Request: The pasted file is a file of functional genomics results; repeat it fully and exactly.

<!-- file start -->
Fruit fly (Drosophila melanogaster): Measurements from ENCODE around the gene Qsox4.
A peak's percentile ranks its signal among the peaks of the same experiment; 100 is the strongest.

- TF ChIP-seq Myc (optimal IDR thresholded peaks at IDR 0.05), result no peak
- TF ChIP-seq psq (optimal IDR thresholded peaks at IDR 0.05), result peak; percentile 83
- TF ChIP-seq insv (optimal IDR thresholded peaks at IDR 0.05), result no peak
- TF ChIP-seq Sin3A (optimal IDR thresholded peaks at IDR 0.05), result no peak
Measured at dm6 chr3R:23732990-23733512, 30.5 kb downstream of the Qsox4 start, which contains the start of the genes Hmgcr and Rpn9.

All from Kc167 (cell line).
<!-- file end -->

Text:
Fruit fly (Drosophila melanogaster): Measurements from ENCODE around the gene Qsox4.
A peak's percentile ranks its signal among the peaks of the same experiment; 100 is the strongest.

- TF ChIP-seq Myc (optimal IDR thresholded peaks at IDR 0.05), result no peak
- TF ChIP-seq psq (optimal IDR thresholded peaks at IDR 0.05), result peak; percentile 83
- TF ChIP-seq insv (optimal IDR thresholded peaks at IDR 0.05), result no peak
- TF ChIP-seq Sin3A (optimal IDR thresholded peaks at IDR 0.05), result no peak
Measured at dm6 chr3R:23732990-23733512, 30.5 kb downstream of the Qsox4 start, which contains the start of the genes Hmgcr and Rpn9.

All from Kc167 (cell line).